Several years ago at the annual Fall Crawl I attend in Harlan, Ky one of the guys in our group gave us all a wake up call to the dangers of off roading.
Adam and “Red” had been riding the trails together all day. The group had been at a section known as the Lower Rock Garden at the Black Mountain Off Road Adventures Park. It’s a popular area that our group goes to nearly every time we are there in the Spring and the Fall.
This time though while most of the group had been playing at the LRG, Adam and Red decided to venture off to a trail nearby. My best friend and his daughter in law had ventured off too going on a trail up on the mountain overhead. As the group finished up playing in the LRG and started to head out to our next adventure we all heard something over the two way radios each rig had that no one ever wanted to hear.
The crashing and clanking of metal, tools and two guys screaming was horrifying. Those in our group frantically started running towards the trail Adam and Red had been on (which has since been closed). As I got to the trail my heart sank. Adam’s 1992 modified Jeep Cherokee was upside down. Two of the tires were off the beadlocks, his tool box, tools and some clothing strewn everywhere. Adam and Red were both sitting on rocks with bloody, busted up heads as some of the guys assessed their conditions. Both were okay, just extremely shook up. For that matter, all of us were shook up.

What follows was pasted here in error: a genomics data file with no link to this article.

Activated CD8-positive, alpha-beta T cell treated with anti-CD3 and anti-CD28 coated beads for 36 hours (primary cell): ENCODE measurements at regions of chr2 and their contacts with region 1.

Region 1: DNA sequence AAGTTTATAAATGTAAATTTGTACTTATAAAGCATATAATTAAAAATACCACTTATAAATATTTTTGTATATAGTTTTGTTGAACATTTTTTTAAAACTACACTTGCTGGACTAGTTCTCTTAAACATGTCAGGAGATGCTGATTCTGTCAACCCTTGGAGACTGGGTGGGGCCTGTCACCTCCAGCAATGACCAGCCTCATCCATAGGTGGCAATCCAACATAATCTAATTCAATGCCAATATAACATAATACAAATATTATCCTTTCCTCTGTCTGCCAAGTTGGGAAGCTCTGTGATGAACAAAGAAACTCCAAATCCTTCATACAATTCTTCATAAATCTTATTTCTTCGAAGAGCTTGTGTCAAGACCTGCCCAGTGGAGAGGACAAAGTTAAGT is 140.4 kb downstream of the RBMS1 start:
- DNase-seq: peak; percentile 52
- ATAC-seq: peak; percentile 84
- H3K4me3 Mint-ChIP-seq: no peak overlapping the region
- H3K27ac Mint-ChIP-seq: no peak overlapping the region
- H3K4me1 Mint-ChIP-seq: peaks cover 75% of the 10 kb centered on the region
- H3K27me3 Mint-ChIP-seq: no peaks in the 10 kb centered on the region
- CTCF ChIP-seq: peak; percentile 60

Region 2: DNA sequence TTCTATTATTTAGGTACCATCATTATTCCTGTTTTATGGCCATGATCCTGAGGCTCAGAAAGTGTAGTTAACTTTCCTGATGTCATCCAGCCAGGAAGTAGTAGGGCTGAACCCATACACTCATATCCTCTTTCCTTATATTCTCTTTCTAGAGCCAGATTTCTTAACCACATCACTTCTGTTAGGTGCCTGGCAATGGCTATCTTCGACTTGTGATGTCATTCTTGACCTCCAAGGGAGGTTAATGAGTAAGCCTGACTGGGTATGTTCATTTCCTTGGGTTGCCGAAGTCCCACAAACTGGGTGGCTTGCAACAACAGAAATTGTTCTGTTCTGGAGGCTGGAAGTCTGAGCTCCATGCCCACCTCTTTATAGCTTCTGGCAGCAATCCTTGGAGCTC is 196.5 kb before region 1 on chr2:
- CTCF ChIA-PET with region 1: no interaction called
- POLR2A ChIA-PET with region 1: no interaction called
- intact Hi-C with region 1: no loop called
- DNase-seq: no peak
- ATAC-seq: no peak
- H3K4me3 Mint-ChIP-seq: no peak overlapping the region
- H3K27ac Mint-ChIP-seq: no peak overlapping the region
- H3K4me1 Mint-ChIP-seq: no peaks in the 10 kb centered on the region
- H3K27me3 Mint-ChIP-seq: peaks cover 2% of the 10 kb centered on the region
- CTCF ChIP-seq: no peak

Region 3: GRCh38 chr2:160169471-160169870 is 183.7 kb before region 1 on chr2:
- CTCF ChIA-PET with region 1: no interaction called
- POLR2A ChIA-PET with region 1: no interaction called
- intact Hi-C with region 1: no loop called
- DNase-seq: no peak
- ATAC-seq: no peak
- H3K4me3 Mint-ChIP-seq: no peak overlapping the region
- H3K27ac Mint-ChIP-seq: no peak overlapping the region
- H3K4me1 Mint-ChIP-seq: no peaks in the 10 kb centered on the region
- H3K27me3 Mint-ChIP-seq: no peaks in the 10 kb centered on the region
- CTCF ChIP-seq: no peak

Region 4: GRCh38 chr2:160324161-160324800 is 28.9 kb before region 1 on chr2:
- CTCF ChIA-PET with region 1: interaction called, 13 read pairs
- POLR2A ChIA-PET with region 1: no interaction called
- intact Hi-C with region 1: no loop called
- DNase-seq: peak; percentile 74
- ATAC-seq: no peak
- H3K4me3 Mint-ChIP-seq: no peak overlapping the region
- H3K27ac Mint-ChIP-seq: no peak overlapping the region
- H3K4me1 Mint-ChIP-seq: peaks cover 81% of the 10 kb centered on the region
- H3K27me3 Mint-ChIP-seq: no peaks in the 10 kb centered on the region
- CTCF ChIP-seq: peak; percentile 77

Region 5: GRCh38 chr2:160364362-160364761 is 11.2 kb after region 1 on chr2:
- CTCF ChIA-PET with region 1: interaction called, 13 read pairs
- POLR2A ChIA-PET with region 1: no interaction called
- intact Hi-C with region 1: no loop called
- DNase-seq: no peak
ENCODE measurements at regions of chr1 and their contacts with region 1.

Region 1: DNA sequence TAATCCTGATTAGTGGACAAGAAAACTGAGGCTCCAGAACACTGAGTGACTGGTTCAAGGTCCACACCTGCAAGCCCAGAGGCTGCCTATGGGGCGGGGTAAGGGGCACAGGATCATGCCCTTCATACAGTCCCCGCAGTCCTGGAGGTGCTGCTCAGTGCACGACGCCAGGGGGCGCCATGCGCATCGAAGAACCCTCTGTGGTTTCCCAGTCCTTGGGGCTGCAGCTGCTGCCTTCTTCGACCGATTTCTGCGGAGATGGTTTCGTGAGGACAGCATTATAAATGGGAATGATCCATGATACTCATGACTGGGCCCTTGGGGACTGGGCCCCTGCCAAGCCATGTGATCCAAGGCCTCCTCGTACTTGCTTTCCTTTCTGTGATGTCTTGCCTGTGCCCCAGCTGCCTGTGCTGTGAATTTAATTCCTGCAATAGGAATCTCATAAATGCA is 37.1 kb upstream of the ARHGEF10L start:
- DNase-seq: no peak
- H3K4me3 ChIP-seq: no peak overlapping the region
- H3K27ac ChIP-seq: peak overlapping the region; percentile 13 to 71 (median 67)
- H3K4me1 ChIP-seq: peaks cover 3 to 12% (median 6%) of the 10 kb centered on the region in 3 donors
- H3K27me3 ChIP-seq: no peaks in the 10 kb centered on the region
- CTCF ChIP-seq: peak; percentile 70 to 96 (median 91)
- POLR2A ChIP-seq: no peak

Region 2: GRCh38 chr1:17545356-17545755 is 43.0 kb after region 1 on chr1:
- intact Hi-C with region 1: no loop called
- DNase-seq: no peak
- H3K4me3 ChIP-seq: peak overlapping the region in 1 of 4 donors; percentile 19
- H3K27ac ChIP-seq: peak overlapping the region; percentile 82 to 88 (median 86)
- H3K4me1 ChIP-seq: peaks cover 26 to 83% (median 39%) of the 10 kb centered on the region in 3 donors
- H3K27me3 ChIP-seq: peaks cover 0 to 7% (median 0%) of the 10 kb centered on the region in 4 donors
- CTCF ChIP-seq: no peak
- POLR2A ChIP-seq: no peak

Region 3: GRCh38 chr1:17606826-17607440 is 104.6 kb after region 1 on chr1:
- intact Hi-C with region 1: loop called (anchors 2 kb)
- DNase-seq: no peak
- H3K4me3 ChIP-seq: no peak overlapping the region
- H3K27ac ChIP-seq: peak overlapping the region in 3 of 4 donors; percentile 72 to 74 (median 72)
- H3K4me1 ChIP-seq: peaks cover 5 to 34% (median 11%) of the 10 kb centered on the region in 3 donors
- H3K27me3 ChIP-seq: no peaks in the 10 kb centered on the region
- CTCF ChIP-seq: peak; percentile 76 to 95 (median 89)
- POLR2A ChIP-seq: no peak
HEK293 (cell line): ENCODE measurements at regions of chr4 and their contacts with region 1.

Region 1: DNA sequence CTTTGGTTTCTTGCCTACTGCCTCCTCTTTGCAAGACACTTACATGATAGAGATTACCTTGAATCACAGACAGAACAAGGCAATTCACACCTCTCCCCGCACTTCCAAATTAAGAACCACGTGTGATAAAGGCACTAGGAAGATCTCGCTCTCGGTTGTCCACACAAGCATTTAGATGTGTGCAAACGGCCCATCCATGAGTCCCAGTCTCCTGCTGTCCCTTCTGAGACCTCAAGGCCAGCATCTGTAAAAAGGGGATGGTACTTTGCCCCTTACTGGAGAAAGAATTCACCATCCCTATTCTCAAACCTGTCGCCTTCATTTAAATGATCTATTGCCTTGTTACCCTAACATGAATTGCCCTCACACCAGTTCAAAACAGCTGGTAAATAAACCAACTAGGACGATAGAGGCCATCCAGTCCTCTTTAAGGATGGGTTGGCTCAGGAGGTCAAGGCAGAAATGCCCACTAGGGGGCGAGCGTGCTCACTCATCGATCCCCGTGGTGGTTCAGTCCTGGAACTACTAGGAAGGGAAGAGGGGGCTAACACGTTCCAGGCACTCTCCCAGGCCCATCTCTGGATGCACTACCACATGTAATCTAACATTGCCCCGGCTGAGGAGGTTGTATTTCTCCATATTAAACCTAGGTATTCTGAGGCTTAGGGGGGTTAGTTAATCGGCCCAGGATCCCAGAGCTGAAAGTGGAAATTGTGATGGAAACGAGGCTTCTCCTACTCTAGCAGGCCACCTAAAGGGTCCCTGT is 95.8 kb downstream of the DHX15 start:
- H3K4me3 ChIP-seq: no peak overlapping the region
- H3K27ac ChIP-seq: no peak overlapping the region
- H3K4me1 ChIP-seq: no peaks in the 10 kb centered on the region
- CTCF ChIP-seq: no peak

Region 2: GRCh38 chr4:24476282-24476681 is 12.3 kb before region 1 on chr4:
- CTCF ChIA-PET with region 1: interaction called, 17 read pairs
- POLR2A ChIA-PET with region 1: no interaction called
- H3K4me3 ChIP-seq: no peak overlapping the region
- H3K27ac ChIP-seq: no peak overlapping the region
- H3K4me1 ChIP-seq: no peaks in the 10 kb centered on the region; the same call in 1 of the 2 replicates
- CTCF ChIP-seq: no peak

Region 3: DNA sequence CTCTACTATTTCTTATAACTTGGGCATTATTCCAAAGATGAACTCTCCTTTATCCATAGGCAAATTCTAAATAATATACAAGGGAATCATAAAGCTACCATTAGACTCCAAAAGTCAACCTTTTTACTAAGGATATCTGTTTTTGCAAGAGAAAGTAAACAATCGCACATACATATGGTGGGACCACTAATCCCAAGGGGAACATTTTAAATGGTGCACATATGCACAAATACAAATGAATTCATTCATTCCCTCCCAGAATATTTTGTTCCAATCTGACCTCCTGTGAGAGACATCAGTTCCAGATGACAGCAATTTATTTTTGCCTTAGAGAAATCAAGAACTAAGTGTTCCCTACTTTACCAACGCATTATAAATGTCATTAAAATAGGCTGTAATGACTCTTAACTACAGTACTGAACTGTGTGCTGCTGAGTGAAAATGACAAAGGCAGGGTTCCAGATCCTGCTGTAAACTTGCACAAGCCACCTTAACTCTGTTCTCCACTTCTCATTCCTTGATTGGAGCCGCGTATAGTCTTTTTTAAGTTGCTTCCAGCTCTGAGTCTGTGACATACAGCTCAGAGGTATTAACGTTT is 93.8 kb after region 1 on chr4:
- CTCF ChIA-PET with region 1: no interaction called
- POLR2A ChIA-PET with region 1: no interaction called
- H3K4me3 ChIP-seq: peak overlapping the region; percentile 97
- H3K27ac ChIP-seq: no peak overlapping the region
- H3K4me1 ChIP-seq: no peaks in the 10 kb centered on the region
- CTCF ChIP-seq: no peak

Neal, our usual trail leader worked with some of the guys to determine what to do about Adam’s rig. Mike decided that they would use Neal’s air compressor to air up the tires while it was still upside down so they could get them to seat back on the beadlocks much easier and without damaging them. Once that was done, they started to winch Adam’s rig right side up to assess the damage to the top. Luckily for Adam, he had chopped the top of his rig off and built a roll cage.
The only visible damage was that his windshield was shattered and his tailgate that used to be a hatch was busted up. They rolled the rig down to the bottom of the trail where there was a flat area and they checked the fluids and let it sit there for awhile. Scrounging up enough engine oil and transmission fluid, they filled up what was needed and then started it.
Amazingly it started just fine and even with a little smoke (from the fluid that had leaked out) it was running fine. Adam was able to drive it back to camp for the time being. He dreaded taking it home and his wife seeing it. A lot of us thought that would be the last time we would get to see Adam driving his rig. Not so much though. The next time around he had fixed the damage and added more things to his rig, including a helmet.